13 July 2010
Washington, DC USA
A new White House strategy for fighting AIDS domestically will focus on preventing the spread of the virus, perhaps with the broader use of drugs and testing but also with a campaign to reduce stigma.
Obama administration officials will release the strategy on Tuesday and said it would focus on prevention, care and reducing disparities.
"The plan will serve as a roadmap for policymakers, partners in prevention, and the public on steps the United States must take to lower HIV incidence, get people living with HIV into care, and reduce HIV–related health disparities," the White House said in a statement on Monday.
AIDS advocates predicted the program would not have funding to buy drugs or tests. Obama’s initiative to fight childhood obesity, released in May, included 70 recommendations but no funding.
More than 1.1 million people in the United States are infected with the human immunodeficiency virus that causes AIDS, according to the Centers for Disease Control and Prevention, with 56,000 new infections over the past decade.
While only about 5 percent of patients infect someone else, this is enough to keep levels of the virus stable in the United States, the CDC says. The fatal and incurable virus is spread during sex, in blood and breast milk and by contaminated needles.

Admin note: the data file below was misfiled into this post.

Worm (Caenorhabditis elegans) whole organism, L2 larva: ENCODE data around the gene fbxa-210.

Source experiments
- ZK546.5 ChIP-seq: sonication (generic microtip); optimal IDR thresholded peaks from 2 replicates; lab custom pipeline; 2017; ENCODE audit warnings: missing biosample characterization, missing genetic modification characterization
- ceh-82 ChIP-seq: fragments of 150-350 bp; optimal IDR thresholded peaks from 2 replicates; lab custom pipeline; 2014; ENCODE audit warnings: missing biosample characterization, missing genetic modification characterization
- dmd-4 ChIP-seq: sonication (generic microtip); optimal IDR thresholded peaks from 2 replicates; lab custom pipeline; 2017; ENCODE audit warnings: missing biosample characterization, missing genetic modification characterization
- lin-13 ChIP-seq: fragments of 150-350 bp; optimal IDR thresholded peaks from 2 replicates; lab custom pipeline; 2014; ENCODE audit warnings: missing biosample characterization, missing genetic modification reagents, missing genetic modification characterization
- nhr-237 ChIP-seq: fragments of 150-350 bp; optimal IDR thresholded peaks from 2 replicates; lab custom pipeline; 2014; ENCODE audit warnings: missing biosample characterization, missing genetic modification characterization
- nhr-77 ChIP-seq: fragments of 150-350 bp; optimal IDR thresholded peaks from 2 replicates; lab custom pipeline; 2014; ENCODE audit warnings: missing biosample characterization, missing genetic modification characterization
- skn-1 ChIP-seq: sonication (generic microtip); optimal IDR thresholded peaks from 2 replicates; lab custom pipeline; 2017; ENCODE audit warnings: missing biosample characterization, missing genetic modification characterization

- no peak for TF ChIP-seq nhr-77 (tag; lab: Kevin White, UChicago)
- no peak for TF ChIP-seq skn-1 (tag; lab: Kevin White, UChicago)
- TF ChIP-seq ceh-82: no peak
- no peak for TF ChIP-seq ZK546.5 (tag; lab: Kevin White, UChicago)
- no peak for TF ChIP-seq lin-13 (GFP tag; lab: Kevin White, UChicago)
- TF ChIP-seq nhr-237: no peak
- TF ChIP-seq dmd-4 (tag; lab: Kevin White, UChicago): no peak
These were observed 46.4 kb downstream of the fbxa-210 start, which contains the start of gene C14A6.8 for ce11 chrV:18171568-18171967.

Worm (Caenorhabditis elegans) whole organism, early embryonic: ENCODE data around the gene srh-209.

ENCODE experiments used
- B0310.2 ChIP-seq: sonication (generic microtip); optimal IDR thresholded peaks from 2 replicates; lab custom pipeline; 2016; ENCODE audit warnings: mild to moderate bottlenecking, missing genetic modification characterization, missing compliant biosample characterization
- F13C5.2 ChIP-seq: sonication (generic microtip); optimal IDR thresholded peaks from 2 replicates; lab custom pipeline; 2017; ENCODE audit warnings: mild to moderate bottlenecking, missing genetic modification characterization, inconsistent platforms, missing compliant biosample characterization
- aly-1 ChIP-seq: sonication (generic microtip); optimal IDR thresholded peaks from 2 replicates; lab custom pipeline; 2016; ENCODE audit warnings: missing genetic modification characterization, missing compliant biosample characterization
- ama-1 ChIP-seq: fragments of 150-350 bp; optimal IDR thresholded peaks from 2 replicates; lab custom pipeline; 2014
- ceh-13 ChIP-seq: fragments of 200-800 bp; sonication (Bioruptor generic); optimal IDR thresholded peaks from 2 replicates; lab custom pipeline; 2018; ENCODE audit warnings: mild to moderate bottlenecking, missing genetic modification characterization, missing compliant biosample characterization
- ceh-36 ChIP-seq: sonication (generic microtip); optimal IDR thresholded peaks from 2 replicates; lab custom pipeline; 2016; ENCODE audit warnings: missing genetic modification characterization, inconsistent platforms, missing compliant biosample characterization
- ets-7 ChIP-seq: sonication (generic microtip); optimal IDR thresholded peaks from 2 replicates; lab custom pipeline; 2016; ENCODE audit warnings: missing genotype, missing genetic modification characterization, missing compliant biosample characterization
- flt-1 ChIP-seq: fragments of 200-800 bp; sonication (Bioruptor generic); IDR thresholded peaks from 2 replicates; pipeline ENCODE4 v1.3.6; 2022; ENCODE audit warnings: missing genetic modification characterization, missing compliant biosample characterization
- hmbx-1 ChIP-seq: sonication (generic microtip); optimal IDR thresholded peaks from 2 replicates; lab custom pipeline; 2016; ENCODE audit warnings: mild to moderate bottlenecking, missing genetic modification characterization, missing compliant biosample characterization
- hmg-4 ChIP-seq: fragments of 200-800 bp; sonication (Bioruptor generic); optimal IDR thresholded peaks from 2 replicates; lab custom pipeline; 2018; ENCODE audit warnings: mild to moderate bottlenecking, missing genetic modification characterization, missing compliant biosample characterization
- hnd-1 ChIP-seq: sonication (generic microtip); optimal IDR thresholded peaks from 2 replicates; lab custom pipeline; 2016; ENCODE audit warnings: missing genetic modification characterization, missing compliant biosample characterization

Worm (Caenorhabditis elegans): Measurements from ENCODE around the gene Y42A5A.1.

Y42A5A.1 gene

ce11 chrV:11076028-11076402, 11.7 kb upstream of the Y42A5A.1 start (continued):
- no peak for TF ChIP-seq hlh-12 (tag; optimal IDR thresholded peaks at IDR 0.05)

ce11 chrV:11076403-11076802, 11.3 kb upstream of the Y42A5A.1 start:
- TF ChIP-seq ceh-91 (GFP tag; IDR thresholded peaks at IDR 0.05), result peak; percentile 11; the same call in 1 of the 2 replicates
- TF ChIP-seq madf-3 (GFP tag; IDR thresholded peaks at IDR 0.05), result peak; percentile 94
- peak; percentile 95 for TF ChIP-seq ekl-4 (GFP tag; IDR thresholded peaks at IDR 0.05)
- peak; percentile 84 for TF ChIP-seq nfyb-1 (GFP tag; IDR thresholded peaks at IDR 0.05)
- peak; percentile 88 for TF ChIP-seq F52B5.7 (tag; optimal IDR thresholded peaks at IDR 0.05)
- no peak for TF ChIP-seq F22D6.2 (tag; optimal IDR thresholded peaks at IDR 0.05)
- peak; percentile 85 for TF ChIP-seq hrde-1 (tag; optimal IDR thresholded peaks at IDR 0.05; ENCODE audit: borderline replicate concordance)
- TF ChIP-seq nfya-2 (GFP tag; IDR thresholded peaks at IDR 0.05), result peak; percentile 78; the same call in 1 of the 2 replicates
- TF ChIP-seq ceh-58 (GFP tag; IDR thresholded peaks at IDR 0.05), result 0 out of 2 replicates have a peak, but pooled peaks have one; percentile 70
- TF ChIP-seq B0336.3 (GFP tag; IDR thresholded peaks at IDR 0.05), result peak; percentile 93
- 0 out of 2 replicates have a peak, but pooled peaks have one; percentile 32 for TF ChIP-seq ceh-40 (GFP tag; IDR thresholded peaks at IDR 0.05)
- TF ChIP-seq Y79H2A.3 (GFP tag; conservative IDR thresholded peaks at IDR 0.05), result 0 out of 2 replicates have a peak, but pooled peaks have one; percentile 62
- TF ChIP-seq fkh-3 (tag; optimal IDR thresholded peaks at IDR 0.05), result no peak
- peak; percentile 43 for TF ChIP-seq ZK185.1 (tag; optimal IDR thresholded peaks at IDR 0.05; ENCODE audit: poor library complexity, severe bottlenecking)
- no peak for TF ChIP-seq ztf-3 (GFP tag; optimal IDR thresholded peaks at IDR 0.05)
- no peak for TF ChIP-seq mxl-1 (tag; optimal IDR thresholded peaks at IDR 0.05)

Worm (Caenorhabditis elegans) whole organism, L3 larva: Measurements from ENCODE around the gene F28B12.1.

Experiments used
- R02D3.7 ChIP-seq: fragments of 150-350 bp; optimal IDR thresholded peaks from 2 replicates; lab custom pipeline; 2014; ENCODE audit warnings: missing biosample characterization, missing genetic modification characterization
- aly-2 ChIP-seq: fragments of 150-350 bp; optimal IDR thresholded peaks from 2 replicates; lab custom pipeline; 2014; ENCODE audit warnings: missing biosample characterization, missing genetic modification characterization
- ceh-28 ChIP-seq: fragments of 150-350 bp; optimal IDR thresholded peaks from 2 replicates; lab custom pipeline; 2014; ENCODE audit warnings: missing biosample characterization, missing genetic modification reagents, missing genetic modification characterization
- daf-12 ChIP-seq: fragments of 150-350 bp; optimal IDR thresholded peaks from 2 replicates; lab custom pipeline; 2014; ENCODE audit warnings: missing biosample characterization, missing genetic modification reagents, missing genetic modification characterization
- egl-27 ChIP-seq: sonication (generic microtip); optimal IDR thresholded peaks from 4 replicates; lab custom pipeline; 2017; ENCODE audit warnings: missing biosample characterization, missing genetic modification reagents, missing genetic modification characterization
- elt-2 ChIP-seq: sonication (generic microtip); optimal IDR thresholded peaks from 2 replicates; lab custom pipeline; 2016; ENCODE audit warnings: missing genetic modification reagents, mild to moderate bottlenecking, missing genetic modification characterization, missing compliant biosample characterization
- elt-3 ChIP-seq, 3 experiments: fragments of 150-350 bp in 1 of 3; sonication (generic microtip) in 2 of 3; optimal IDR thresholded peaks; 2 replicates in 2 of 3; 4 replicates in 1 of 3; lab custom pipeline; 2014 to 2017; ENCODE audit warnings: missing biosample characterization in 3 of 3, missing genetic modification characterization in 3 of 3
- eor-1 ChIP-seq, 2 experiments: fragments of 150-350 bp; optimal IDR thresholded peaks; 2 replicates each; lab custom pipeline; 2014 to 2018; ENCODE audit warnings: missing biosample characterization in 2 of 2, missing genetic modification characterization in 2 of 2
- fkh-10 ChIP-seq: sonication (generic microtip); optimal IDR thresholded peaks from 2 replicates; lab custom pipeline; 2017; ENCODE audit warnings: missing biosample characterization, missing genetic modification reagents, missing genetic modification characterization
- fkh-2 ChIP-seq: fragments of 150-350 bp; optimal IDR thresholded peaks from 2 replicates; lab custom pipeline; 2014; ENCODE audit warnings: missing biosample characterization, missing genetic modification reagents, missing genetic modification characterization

The US government has a program to fight AIDS globally PEPFAR or President’s Emergency Plan for AIDS Relief but there has not been a similar coherent domestic strategy.
While the administration of former president George W Bush was praised for coming up with PEPFAR, it was widely criticized for promoting abstinence–only education in place of more comprehensive programs stressing Condom use. AIDS groups said they hoped the Obama plan would do more to promote such education.
"The National HIVAIDS Strategy is a comprehensive plan focused on: 1) reducing the number of people who become infected with HIV, 2) increasing access to care and optimizing health outcomes for people living with HIV, and 3) reducing HIV–related health disparities," the White House said.
Experts have disagreed on how best to do this but recent studies have supported theories that treating HIV patients with drugs can not only keep them healthier, but help reduce the likelihood that they will infect someone else.
Some AIDS activist groups began criticizing the policy even before it was released, saying it did not come close to doing what they had hoped.
"This strategy is a day late and a dollar short: 15 months in the making and the White House learned what people in the field have known for years," said Michael Weinstein, president of AIDS Healthcare Foundation. "There is no funding, no "how to," no real leadership."
The CDC estimates that 79 percent of Americans with HIV know it and experts say people who know they are infected can take steps to avoid infecting others. The CDC recommends testing everyone for HIV, with an option to refuse the test, instead of forcing people to ask to be tested.
The new US strategy likely will include recommendations to broaden testing.
The AIDS virus infects 33 million people globally and has killed 25 million since the pandemic began in the 1980s.
In Africa, most new AIDS patients are women infected by men during sex. In the United States HIV disproportionately affects men who have sex with men, blacks and Hispanics.
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